Why a Greek default won’t ever be priced in

By Felix Salmon
June 17, 2011
skeptical that Greek bonds were pricing in a massive default, despite the fact that the likes of Martin Feldstein were saying that they were.

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Back on May 26, I was skeptical that Greek bonds were pricing in a massive default, despite the fact that the likes of Martin Feldstein were saying that they were. But even if they weren’t back then, we’re getting closer now. The numbers, courtesy of Peter Rudegair: Greek CDS spreads were 1,400bp on May 26; now they’re more like 1,900bp. Greek 10-year bonds were yielding 16.4% back then; they closed today at 18.3%, with prices at about 50 cents on the dollar. European stocks have lost 5% of their collective value since May 26, and the Thomson Reuters default-probability calculation is now over 90% for Greece.

Which means it’s time for an article saying that default is not priced in yet at all:

Today’s rising bond yields, stratospheric insurance costs and heavily pressured stock prices may only be a taste of what could come if euro zone leaders fail to halt Greece’s decline and ring-fence it from others.

In short, a lot of markets and bond holders have not priced in some of the worst outcomes…

“The main case that people are assuming is that when push comes to shove Europe and the IMF will step up,” said John Stopford, head of fixed income at Investec Asset Management…

Stopford says asset price moves actually only reflect caution.

“The market is taking risk off rather than necessarily pricing in catastrophe,” he said.

There are three factors at work here. The first is that no one has any idea what would actually happen in the event of a Greek default. In order for markets to be pricing in a default, traders would have to be buying debt now on the expectation that if Greece defaults the price of its debt would not fall further. I don’t think anybody’s doing that yet — as Stopford says, they might be taking risk off, but they’re not expecting catastrophe. If Greece were actually to default, I’m pretty sure that markets would fall further.

The second factor is the short-termism of market reporting. Journalists have a tendency to look at moves rather than levels when it comes to markets, since it’s the move which is the news of the day, rather than the level at which assets are trading. The conceit of market reports is that if an asset price moves, then it’s likely to have done so for a reason, probably related to some news or other. Meanwhile, if an asset price doesn’t move, then there’s a good chance that there was no news of interest at all. Neither of these things are true. But the result is that pundits are much more likely to think that the market is pricing in catastrophe after a big fall in bond prices from say 90 cents to 70 cents on the dollar than they are after a rise from 45 cents to 55 cents.

Finally, the markets are bad at pricing in catastrophic events even after they happen. Lehman collapsed in September 2008; it was another six months before the market reached its bottom. If Greece defaulted tomorrow and the bonds didn’t move very much, that wouldn’t mean a default was priced in, so much as that the market was paralyzed and didn’t yet know what the consequences of Greece’s actions were going to be. Look at Greek bond prices three or four months after a default: that will give you a much better indication of what the effects of the default were on markets.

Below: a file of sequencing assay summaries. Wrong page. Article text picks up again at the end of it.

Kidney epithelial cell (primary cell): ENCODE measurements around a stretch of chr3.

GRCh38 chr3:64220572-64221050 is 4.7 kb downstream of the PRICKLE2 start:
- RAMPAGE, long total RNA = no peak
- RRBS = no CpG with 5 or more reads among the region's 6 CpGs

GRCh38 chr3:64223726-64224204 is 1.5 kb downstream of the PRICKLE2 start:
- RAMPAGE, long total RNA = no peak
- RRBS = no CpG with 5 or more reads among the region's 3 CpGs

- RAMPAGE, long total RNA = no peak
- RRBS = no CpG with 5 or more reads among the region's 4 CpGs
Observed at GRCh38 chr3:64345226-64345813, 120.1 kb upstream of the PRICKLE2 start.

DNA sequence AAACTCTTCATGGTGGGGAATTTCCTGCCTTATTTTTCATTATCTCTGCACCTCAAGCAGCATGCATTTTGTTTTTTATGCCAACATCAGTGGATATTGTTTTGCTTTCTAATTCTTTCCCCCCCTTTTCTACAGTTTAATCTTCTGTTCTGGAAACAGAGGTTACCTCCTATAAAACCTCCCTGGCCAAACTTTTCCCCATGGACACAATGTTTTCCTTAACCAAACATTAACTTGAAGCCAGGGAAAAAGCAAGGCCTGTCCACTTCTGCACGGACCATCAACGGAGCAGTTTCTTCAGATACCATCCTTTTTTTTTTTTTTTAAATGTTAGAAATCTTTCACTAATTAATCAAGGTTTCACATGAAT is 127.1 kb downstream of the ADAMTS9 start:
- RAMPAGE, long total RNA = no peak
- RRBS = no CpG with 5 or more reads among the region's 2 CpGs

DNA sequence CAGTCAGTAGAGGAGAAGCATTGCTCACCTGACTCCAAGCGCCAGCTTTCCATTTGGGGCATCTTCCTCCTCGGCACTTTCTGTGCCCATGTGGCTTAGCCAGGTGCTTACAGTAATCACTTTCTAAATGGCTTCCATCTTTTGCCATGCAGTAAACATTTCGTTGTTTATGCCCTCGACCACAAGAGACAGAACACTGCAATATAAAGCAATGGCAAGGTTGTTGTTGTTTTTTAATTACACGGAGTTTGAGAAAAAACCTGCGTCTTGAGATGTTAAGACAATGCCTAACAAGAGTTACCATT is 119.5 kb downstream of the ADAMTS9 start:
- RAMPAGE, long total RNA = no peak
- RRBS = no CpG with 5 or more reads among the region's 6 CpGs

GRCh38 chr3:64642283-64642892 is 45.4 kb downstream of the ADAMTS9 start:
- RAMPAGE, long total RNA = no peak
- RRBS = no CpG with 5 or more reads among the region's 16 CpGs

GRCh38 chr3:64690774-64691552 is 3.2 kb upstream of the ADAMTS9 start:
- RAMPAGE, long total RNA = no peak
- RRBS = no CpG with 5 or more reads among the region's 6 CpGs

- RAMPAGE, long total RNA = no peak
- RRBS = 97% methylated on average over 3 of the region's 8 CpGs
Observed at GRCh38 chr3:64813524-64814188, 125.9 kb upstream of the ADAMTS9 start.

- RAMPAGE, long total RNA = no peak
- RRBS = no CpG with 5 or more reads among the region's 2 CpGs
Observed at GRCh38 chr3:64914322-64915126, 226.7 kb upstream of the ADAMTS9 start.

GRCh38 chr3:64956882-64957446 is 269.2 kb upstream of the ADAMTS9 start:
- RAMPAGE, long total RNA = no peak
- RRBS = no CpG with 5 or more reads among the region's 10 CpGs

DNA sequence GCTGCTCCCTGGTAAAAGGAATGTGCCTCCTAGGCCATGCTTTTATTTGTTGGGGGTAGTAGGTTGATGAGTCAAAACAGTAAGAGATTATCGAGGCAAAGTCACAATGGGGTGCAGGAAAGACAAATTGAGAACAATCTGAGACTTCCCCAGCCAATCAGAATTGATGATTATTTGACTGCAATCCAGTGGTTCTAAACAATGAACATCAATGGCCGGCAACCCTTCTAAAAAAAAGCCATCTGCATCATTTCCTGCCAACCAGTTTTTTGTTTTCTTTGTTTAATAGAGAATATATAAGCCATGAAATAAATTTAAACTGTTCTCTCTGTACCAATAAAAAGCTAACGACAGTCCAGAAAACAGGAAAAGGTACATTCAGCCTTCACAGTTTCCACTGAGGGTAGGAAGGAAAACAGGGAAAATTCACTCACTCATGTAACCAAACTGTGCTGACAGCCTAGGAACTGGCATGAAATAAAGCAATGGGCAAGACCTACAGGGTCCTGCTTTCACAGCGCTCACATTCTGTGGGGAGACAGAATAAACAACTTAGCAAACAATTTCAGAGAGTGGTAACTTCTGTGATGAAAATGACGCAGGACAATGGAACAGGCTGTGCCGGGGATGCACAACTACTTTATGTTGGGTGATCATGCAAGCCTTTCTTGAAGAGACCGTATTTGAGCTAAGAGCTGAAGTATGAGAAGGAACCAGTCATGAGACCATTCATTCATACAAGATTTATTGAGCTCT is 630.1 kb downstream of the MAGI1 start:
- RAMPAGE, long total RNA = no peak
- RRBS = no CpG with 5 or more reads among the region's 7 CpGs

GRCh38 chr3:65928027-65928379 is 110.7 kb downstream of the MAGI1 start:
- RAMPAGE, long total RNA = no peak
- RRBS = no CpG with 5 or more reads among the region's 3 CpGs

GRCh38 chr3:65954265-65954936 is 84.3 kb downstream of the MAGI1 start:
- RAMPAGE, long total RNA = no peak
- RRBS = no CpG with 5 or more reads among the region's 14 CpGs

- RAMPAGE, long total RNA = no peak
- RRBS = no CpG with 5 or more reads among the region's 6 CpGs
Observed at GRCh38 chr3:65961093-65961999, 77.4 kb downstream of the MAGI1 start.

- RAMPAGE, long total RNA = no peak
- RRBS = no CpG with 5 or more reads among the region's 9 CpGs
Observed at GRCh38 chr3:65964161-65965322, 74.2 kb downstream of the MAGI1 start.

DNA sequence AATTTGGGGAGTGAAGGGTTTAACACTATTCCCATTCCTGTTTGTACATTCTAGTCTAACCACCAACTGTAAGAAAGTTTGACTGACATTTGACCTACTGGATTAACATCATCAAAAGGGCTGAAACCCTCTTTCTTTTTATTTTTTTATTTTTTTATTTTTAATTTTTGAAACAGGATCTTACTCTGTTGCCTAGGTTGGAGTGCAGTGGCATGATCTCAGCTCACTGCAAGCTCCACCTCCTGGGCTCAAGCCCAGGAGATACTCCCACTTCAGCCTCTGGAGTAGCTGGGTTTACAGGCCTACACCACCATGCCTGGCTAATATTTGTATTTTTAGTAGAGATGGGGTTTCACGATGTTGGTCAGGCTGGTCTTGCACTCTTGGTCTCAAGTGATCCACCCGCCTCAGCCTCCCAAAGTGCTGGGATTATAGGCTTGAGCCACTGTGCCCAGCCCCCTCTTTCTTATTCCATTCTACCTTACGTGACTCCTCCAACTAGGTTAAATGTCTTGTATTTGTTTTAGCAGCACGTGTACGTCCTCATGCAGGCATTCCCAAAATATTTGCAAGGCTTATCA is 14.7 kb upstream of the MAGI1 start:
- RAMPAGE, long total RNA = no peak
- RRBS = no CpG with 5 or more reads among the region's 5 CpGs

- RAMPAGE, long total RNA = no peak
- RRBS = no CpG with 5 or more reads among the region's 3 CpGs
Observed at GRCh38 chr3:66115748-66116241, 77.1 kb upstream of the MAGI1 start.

In general, the market is much better at pricing in small events from Mediocristan than it is big events from Extremistan. A company releases quarterly earnings of 17 cents per share, or the monthly payrolls number comes in at 210,000 — these things can be priced in. Lehman goes bankrupt, Russia defaults, the House fails to pass the TARP bill — these things you just need to live through in order to know how markets will react. So long as the Eurocrats are all still unanimous that a Greek default is unthinkable, you can be sure that markets will fall if and when such a thing happens.


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Some thoughts:

1. CDS are rising like crazy, so clearly they’re signalling higher risk of default. What would happen if there was no CDS instrument? I’d venture to guess the 10-year Greek bond rate would be much higher than the near-18% it currently is at.
2. If an unplanned default happens, for all intents and purposes, CDS is made moot and rates will rise, once outcomes have been determined. But if a planned, orderly default is processed calmly, certainty is injected into the system, and rates will fall.
3. Yield curves are inverted: that should be a fairly important indicator of serious issues, particularly when the 2-year rate is 75% higher than the 10-year rate. In a way, bonds have priced short-term operations as likely to result in a default.

Posted by GRRR | Report as abusive

If it helps, here’s some perspective on the likelihood of default (as measured by CDS spreads) and 10-year bond yields.

At least Greece is still tracking along with the general relationship shown in the chart at the link, which suggests that bond yields are indeed pricing in the likelihood of default.

Posted by politicalcalcs | Report as abusive

Here are the links that were scrubbed from the comment above:

CDS spreads vs 10-year bond yields:


CDS spreads vs Probability of Default within 5 years:


Posted by politicalcalcs | Report as abusive

i am struggling to make sense of this post. is the point really what the headline says “why a greek default won’t ever be priced in?” price into *what*? greek bonds? the s&p500? gold? pork bellies? the price of rice in china?

it seems obvious to me that *some* chance of default is priced into both greek bonds and greeks CDS from greek bond yields/prices and greek cds spreads. are markets correctly assessing the probability of default or the magnitude of the losses (the recovery value) if a default occurs? maybe, maybe not, but that is a question of degree, not a binary question.